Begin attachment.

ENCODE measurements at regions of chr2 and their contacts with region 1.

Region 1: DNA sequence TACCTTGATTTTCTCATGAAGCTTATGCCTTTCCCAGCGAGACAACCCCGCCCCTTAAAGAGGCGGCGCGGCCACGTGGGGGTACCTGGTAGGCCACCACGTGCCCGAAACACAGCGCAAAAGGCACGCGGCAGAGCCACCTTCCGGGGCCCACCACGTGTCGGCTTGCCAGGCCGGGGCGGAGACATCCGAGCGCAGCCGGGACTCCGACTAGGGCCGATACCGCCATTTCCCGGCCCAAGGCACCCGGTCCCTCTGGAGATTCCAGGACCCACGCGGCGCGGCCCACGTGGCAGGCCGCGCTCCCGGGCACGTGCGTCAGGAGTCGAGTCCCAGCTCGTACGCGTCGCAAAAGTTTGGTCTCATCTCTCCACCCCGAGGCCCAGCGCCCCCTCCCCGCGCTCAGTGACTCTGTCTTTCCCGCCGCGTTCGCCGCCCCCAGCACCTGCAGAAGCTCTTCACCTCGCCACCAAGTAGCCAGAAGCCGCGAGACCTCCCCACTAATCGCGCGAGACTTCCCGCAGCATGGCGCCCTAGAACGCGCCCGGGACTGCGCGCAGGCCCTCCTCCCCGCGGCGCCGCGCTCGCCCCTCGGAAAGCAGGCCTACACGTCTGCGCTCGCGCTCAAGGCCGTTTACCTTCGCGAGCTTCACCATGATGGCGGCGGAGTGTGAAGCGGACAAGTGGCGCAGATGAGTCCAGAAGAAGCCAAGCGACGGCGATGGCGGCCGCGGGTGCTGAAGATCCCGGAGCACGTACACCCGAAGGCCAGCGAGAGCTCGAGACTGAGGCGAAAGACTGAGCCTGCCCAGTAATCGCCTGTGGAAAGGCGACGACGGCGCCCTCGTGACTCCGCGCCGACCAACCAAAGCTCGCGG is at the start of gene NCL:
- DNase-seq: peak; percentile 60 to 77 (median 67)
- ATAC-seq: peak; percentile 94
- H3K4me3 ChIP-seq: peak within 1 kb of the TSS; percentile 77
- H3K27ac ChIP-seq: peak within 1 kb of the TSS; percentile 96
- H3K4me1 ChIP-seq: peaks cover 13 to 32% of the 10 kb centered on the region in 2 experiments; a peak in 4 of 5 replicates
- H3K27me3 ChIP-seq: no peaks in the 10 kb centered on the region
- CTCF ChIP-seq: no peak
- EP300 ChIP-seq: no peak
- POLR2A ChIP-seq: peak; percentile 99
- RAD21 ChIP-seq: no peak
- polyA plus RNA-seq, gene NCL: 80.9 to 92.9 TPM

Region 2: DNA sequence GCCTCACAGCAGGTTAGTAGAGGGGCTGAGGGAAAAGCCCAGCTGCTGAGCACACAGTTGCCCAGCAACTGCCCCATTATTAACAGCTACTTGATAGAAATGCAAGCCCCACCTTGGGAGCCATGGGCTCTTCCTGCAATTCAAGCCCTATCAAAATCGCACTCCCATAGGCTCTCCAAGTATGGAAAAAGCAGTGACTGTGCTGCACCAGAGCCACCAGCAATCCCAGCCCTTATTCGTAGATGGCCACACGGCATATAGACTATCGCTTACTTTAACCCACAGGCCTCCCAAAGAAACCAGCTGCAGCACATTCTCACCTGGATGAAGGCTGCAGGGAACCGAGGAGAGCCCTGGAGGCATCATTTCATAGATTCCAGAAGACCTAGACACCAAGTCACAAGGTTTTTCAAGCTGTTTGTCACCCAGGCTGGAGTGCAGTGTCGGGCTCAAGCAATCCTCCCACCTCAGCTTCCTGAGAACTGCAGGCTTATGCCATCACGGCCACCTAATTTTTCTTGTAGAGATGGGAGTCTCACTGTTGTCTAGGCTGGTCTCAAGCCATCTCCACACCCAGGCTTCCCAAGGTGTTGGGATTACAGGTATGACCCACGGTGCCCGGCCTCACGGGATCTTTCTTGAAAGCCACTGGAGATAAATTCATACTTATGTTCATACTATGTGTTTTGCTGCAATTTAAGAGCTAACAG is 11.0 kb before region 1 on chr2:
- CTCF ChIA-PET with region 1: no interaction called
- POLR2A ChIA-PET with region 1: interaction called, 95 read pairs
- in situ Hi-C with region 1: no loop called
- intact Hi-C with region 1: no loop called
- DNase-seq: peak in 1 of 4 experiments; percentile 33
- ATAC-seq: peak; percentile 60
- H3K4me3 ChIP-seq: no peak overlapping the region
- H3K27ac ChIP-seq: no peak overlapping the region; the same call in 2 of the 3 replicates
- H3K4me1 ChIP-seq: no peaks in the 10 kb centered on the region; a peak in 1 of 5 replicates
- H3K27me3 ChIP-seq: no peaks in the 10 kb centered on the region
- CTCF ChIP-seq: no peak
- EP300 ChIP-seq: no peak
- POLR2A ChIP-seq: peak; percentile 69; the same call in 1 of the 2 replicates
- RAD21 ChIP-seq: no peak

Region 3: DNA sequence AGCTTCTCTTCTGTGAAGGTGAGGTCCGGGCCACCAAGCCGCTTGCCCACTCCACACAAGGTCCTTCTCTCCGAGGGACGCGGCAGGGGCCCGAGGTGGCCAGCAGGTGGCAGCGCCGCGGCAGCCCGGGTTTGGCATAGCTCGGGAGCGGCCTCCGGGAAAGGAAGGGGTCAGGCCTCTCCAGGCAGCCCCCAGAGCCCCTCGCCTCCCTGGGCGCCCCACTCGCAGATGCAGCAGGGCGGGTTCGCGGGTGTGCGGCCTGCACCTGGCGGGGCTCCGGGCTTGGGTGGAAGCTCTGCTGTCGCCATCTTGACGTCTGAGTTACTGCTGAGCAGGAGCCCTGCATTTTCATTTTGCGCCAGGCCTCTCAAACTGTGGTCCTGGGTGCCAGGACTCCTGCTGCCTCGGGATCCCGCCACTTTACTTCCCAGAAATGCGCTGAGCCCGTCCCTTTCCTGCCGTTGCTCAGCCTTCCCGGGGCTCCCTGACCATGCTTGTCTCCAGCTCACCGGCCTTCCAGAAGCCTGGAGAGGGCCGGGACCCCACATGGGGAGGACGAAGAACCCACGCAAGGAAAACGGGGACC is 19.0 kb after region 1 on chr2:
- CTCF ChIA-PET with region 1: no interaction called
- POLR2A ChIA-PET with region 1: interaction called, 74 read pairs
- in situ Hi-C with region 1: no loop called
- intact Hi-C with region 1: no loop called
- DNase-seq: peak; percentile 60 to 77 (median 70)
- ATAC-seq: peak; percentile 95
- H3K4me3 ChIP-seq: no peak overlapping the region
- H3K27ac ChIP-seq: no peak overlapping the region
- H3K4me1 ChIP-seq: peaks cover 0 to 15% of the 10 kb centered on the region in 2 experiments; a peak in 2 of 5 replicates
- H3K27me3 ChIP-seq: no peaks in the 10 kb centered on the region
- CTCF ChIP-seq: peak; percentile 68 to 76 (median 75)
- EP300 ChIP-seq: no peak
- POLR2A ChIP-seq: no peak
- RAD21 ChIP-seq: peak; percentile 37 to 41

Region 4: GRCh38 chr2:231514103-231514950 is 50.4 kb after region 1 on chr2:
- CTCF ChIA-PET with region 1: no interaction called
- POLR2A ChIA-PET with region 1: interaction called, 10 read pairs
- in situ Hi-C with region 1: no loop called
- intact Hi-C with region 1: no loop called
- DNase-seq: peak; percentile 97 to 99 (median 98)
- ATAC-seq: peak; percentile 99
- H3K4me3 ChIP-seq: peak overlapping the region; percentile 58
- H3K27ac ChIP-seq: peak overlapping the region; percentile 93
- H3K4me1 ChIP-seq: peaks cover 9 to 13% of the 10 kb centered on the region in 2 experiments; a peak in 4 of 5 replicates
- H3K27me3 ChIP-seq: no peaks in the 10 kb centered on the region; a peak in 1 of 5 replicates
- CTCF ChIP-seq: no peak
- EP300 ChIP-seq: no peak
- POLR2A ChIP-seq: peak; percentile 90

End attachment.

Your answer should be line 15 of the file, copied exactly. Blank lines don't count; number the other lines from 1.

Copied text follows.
- CTCF ChIA-PET with region 1: no interaction called